This is a basic history of the Lighthouse
How it came about and its purpose.
When people think of Lighthouses today they typically think of a tower-like structure with a light of some sort at the top to help guide ships along the coastline and to warn of points that extend farther out into the water or submerged reefs that can do extensive damage to a ship.
In ancient days dating back to B.C. you would not see tower-like structures. Ships that are entering places like the Nile River in Egypt, would see huge bonfires along the shoreline to help guide them into the mouth of the river. These bonfires would typically be made from wood and people aboard the ship would see the glow from the fires by night and smoke rising up during the daylight hours.
As the history of lighthouses unfolded down through the years and lighthouses became more popular. The tower-like lighthouse began to be developed and the early ones were simple structures based on a form that is known as “fustrum of a cone.” They were round towers with thick masonry walls and would have fire at the top.
One of the greatest revolutionary development that changed lighthouses down through history came by the way of a Frenchman born on May 10, 1788 by the name of Augustin-Jean Fresnel (pronounced fray-nell), he only lived a short time but before his death on July 14, 1827 by tuberculosis at the age of 39 he helped to change the way we see light.
Augustin-Jean Fresnel was a French physicist who contributed significantly to the establishment of the theory of wave optics. Fresnel studied the behavior of light both theoretically and experimentally. In 1819 he was nominated a commissioner of lighthouses, for which he was the first to construct a special type of lens, now called a Fresnel lens, as substitutes for mirrors.
He did studies on much of the work of Thomas Young, a Englishman who has accomplished knowledge in many areas, he contributed to the scientific understanding of vision, light, solid mechanics, energy only to name a few. One of Young’s most important achievements was to establish the wave theory of light. Much of Young's work was reproduced and then extended by Augustin-Jean Fresnel.
The Fresnel lens has changed the way light is seen in the lighthouses and by this revolutionary development. The Fresnel lens would turn and bend the light and intensify the beam so that a continually glowing light by fire inside the lighthouse, which would give the appearance out on the water that, the light was flashing. This gave the ability to better identify which lighthouse it was by its own unique flashing signature.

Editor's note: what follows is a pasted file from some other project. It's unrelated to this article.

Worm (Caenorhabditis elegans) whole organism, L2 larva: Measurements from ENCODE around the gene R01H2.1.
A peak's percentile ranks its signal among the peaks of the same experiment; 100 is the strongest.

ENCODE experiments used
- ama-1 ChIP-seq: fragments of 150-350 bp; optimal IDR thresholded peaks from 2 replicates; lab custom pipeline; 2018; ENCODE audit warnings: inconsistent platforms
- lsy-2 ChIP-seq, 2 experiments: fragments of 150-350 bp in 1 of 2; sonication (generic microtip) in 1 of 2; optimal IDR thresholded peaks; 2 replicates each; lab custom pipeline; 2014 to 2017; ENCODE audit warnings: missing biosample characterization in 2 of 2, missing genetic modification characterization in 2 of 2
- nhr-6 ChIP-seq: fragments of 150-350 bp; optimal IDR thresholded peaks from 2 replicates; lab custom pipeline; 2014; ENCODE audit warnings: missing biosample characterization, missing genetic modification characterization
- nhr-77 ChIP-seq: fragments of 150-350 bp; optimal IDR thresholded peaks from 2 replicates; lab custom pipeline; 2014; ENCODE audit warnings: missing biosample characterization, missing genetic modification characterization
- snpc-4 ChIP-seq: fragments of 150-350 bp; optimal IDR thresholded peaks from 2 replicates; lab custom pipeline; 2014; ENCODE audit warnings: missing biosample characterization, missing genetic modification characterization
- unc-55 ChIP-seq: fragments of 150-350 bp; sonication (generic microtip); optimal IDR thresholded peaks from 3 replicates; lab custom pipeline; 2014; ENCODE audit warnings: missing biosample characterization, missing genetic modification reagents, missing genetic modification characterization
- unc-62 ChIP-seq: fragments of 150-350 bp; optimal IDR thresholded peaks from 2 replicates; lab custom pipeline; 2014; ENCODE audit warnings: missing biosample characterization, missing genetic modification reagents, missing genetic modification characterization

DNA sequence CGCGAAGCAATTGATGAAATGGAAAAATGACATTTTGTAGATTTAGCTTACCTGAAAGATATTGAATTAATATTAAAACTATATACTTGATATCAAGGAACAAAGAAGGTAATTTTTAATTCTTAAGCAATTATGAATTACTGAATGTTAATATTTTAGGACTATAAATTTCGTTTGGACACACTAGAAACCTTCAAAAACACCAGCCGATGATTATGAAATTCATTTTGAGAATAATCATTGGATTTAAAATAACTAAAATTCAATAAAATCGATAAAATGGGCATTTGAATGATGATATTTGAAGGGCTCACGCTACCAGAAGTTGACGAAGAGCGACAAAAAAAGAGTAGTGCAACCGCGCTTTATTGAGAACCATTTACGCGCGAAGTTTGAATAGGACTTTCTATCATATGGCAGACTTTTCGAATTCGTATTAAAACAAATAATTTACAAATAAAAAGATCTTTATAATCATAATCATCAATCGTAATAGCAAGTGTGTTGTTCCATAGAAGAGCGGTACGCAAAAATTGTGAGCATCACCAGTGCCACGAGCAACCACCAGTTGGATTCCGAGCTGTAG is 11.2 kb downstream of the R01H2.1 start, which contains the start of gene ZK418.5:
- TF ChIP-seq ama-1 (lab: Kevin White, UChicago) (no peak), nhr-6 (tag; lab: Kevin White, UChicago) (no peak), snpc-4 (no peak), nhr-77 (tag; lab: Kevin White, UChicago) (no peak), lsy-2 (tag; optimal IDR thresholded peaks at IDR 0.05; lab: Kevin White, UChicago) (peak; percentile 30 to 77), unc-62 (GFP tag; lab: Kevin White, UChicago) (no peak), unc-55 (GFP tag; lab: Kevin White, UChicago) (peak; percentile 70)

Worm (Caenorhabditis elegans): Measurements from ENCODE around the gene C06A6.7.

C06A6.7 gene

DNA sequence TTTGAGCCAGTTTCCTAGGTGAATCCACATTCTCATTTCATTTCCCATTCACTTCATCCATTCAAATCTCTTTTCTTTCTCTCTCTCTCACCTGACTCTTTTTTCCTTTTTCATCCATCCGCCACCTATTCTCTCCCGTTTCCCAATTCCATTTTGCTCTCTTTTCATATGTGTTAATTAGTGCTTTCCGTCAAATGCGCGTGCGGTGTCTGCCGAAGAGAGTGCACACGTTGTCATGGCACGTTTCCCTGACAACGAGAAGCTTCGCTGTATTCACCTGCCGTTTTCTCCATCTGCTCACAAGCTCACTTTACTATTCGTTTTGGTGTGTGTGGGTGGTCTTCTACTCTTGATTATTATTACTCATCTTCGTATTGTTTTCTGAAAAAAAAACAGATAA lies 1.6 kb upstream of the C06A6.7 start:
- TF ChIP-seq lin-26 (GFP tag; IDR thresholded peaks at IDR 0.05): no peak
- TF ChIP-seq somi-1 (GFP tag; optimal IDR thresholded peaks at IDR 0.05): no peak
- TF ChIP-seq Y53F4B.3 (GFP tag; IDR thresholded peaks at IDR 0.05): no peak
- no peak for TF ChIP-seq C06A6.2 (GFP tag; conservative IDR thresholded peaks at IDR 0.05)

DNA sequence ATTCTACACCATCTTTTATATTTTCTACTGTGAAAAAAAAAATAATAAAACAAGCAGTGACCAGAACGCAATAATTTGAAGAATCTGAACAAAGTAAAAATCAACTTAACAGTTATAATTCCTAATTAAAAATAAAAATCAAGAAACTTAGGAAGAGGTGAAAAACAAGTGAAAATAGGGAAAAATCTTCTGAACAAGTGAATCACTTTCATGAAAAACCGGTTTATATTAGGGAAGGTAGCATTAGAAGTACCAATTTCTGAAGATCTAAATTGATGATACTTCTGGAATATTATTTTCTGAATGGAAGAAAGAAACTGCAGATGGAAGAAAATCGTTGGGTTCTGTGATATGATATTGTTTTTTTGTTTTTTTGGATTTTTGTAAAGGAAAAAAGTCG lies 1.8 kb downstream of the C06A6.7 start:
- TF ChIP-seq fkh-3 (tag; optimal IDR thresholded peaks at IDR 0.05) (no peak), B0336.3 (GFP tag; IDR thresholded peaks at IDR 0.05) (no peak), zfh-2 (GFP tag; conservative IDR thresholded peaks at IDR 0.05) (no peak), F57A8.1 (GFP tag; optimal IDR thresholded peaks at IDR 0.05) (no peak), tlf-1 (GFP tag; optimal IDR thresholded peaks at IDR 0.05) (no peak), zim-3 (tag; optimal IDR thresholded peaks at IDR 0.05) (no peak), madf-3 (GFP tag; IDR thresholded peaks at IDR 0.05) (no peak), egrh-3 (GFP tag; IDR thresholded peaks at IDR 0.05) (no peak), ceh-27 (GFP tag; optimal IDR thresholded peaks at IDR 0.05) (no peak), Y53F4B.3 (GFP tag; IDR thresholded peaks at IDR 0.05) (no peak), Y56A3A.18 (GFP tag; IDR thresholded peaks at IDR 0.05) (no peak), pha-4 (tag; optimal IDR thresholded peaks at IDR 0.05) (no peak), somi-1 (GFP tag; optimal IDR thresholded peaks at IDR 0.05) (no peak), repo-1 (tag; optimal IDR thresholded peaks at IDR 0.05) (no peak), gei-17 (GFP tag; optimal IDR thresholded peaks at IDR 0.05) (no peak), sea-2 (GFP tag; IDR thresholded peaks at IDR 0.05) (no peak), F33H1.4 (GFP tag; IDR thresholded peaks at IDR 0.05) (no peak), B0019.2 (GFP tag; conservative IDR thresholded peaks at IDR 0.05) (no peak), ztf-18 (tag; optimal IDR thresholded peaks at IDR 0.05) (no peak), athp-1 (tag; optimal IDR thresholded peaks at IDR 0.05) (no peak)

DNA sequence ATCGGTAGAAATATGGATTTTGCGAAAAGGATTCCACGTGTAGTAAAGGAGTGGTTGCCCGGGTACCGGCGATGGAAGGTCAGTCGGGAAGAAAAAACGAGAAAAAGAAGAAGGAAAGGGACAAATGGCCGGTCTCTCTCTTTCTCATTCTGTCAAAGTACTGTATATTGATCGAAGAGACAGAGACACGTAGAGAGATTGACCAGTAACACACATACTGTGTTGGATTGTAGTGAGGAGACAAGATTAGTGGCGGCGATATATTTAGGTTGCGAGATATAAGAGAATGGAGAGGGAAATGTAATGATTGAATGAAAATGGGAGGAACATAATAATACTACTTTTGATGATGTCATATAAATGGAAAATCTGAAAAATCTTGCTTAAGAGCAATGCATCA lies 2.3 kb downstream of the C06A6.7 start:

However, because the lighthouses were not equipped with electricity, this would require the full time presents of a Lighthouse Keeper and in many cases assistant keepers and their families to keep the fire burning inside the lighthouse, and keep the glass both of the Fresnel lens and the windows of the lantern room clean. In addition most of the Fresnel lenses had huge counterweights much like a grandfather clock that required winding by pulling the counterweights up which hung from a long chain in order to keep the lens turning. Due to the great expense of maintaining the lighthouse; as electricity was introduced which would eliminate the need to keep oil or coal burning, by installing large watt globes and by automating the lighthouses. By either automatic beacons that would either turn or flash, and in some cases electric motors to turn the lens. Live-in Lighthouse Keepers became non-essential and were let go.
The first lighthouses in America were in Boston Massachusetts in 1716 and 1746; Beavertail, Rhode Island in 1749; New London Harbor, Connecticut in 1760; Sandy Hook, New Jersey in 1764; Cape Henlopen, Delaware in 1765; Morris Island, South Carolina in 1767; Plymouth, Maine in 1769; Cape Ann, Massachusetts in 1771; Portsmouth Harbor, New Hampshire in 1771; Nantucket, Massachusetts in 1784; and Newburyport, Massachusetts in 1788.
On August 7, 1789 the Lighthouse Services were established under the Treasury Department and was bounced around for a number of years, then in 1939 the lighthouse service was transferred to the U. S. Coast Guard.
Today, the U. S. Coast Guard still has the responsibility of the lighthouse services in America. Some of the historic lighthouses have been turned over from the Coast Guard to non-prophet organizations with the responsibility of restoring and preserving the history of the lighthouse.